The Pacific North Coast Integrated Management Area (PNCIMA) is one of five national large ocean management areas identified in Canada’s 2005 Oceans Action Plan. The PNCIMA plan is the product of a collaborative process led through an oceans governance agreement between federal, provincial and First Nations governments, and is contributed to by a diverse group of organizations, stakeholders and interested parties. The plan is high level and strategic, and provides direction on, and commitment to, integrated, ecosystem-based and adaptive management of marine activities and resources in the planning area.

The plan outlines a framework for ecosystem-based management (EBM) for PNCIMA. This EBM framework has been developed to be broadly applicable to managers, decision-makers, regulators, community members and resource users alike, as federal, provincial and First Nations governments, along with stakeholders, move together towards a more holistic and integrated approach to ocean management in the planning area.

PNCIMA’s EBM goals are interconnected and cannot be taken as separate from one another. The purpose of the PNCIMA EBM framework is to achieve:

  • Integrity of the marine ecosystems in PNCIMA, primarily with respect to their structure, function and resilience
  • Human well-being supported through societal, economic, spiritual and cultural connections to marine ecosystems in PNCIMA
  • Collaborative, effective, transparent and integrated governance management and public engagement
  • Improved understanding of complex marine ecosystems and changing marine environments

The plan also provides an information base and a number of management tools that can be used by others to apply EBM at a variety of scales in PNCIMA. The footprint of the PNCIMA plan is the same as that of the Northern Shelf.

The PNCIMA plan was endorsed in February 2017 by all parties.


The Marine Plan Partnership initiative (MaPP) is a partnership between the Province of British Columbia and many First Nations that developed marine use plans for B.C.’s North Pacific Coast. The MaPP region is divided into four sub-regions: Haida Gwaii, North Coast, Central Coast and North Vancouver Island.

The initiative used the best available science and local and First Nations knowledge to develop four sub-regional plans, which were completed in April 2015. A regional action framework, completed in 2016, identifies actions that benefit from regional co-ordination such as climate change, cumulative effects, ecosystem-based monitoring and marine protection.

The MaPP plans provide recommendations for key areas of marine management, including uses, activities and protection. The plans inform decisions regarding the sustainable economic development and stewardship of British Columbia’s coastal marine environment. The plan area was zoned into one of three categories: General Management Zone, Special Management Zone and Protection Management Zone. Each zone is accompanied by recommendations for uses and activities under provincial and/or First Nations management authority.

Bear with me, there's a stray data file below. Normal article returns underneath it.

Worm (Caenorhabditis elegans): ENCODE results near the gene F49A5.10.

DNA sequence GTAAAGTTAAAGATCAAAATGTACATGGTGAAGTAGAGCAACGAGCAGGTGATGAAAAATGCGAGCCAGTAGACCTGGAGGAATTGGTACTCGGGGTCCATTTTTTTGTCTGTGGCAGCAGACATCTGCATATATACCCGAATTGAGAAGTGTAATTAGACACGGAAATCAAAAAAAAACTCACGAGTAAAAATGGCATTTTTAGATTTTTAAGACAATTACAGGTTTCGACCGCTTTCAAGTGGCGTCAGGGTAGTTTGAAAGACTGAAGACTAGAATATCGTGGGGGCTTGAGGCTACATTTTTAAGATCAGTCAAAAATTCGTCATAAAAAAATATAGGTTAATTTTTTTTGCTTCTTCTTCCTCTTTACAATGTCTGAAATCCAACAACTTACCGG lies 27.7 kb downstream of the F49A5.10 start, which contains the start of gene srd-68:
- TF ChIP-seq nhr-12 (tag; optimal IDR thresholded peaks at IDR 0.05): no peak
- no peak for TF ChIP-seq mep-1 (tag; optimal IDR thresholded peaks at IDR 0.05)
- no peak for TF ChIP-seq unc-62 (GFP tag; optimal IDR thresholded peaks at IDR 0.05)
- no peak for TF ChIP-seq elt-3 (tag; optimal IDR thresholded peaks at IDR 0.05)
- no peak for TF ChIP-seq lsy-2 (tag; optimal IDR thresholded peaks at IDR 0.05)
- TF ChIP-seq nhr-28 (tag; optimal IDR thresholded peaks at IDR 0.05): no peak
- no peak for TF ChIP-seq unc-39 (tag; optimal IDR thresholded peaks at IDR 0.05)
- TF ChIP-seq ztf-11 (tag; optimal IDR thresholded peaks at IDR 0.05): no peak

Haida Gwaii

Gwaii Haanas National Park Reserve, National Marine Conservation Area Reserve and Haida Heritage Site

The Gwaii Haanas area, both land and sea, was first protected in 1985 by the Haida Nation as a Haida Heritage Site. The Archipelago Management Board (AMB) was established in 1993 through the Gwaii Haanas Agreement, which describes how the terrestrial area of Gwaii Haanas is managed co-operatively by the Haida Nation and the Government of Canada. Most recently, in 2010, the Gwaii Haanas Marine Agreement was signed. This agreement expanded the AMB’s role to include management of the Gwaii Haanas marine area. Through the AMB, the Haida Nation and the Government of Canada (represented by Parks Canada and Fisheries and Oceans Canada) recently announced the completion of the Gwaii Haanas Gina ‘Waadluxan KilGulhGa Land-Sea-People Management Plan (2018).

Council of the Haida Nation-British Columbia Protected Areas

The 2007 Haida Gwaii Strategic Land Use Agreement identified new protected areas for ecological and cultural conservation, spiritual and recreational purposes. These areas were jointly designated under Haida law as “Heritage Sites” and under provincial legislation as “Conservancies” and are jointly referred to as “CHN-BC protected areas.” Marine boundaries for each protected area were established and management plans approved prior to the MaPP planning process. During development of the MaPP Haida Gwaii Marine Plan zoning direction in the CHN-BC protected areas management plans were considered along with updated and more detailed data. Zoning in the marine plan is generally consistent with direction in the management plans for the marine portions of the CHN-BC protected areas. These protected area management plans are being updated to reflect any changes to zoning, allowable uses, and enhancements to marine protection made within the boundaries of the CHN-BC protected areas in the marine plan.